Adeno-associated virus (AAV) is a small virus incorporating only about half the amount of foreign DNA when compared with other viruses. This virus vector can readily transfer the functional gene at a specific site of chromosome 19.9 However, the major disadvantage of this vector it that it leads to the activation of recipient's immune pathways (innate and humoral) when applied in vivo.10

Retroviruses vector are able to infect only dividing cells. These vectors will lead to stable function as they transfer the foreign DNA into the host cell chromosomes permanently, thus leading to stable expression of germ cell lines. However, the genetic mutation may arise, if the transfer of genetic material is not controlled. These vectors require mitotic cell for transduction.11 The HSV double-stranded viruses infect particular cells, such as neurons.9,12

Nonviral vectors can further be classified into physical and chemical vectors. The transfer of genetic material by nonviral vectors is called as transfection.8 Physical vectors includes electrophoration, microinjection, and use of ballistic particle.6 Chemical vectors include calcium particles, lipids, and protein complexes.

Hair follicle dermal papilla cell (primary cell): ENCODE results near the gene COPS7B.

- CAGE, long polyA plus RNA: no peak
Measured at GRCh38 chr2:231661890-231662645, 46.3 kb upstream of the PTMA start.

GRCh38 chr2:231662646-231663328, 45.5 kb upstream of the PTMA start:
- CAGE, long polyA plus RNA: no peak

Electrophoration: In this method, the DNA is transferred into the desired cells through pores created by the passage of electric current.

Microinjection: In this method, DNA is introduced in a single cell.

Use of ballistic particles: Tungsten or gold particles are used over which the plasmid DNA is coated. The particles are then transferred into the tissue by means of an accelerated force generated by high-voltage electronic spark or helium discharge.

Calcium vectors: The ultra-low sized, highly monodispersed DNA-doped calcium phosphate nanoparticles protect from the external DNAse environment and can be used safely to transfer the encapsulated DNA under in vitro and in vivo conditions.

Lipid vectors: In this type, a combination of plasmid DNA and liposome (an artificial lipid sphere with aqueous core) is inserted into the specific cell types, which later fuses with the cell membrane and results in availability of plasmid DNA into the cytoplasm.1,2